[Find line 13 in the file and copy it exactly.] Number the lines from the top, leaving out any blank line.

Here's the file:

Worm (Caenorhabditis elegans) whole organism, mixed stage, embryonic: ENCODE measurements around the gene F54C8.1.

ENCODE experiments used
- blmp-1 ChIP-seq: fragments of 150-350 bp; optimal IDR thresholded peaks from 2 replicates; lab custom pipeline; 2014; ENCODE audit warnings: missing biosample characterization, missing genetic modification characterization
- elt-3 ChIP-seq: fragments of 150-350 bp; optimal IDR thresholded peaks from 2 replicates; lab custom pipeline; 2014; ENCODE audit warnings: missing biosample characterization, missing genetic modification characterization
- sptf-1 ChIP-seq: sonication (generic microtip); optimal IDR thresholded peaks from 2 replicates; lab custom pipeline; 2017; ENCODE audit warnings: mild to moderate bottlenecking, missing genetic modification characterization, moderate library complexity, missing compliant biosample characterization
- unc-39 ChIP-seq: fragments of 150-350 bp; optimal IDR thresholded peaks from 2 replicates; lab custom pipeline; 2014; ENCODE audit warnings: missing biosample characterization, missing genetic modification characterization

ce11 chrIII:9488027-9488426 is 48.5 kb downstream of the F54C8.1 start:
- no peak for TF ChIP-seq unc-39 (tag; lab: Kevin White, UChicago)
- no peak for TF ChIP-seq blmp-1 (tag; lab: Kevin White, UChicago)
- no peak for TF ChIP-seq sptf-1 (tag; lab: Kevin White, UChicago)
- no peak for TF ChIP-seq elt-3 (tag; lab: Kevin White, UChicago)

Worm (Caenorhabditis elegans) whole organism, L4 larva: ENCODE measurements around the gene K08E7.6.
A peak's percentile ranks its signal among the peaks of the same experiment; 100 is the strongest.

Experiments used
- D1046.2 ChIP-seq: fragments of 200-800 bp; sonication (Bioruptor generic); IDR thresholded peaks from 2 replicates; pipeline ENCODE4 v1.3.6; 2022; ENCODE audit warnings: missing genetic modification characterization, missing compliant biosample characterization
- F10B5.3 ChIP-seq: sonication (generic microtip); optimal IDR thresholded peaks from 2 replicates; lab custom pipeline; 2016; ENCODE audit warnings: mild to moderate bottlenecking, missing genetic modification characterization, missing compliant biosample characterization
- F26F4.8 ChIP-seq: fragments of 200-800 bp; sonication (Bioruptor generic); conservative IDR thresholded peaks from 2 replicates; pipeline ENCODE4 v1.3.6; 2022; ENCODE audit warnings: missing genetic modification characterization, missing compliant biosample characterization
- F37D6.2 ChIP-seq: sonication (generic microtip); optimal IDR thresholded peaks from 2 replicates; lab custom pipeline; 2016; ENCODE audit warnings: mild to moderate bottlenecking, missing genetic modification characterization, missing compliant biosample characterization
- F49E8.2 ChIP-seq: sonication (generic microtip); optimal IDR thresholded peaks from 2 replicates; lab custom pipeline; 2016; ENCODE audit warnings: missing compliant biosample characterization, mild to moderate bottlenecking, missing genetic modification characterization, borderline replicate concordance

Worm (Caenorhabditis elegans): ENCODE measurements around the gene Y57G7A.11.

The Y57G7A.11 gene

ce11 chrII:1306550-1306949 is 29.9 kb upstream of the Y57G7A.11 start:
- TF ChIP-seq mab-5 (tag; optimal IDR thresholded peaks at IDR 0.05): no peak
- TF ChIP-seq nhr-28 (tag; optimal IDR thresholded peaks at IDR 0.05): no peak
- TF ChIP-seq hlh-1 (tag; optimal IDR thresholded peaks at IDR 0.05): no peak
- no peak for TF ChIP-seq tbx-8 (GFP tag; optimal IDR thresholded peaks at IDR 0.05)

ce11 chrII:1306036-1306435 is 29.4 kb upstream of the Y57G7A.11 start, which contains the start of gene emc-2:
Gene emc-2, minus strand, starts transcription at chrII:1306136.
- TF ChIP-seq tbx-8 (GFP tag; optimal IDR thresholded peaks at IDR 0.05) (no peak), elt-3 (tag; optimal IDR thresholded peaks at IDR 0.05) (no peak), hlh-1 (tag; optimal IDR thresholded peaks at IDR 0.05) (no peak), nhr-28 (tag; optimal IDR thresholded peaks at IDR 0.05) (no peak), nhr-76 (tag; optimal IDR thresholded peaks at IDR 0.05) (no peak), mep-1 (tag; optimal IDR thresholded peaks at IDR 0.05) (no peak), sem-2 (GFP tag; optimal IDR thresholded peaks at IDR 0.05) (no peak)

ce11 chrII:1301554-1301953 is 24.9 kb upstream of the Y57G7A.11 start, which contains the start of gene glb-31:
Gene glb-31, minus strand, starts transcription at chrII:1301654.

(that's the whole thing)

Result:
A peak's percentile ranks its signal among the peaks of the same experiment; 100 is the strongest.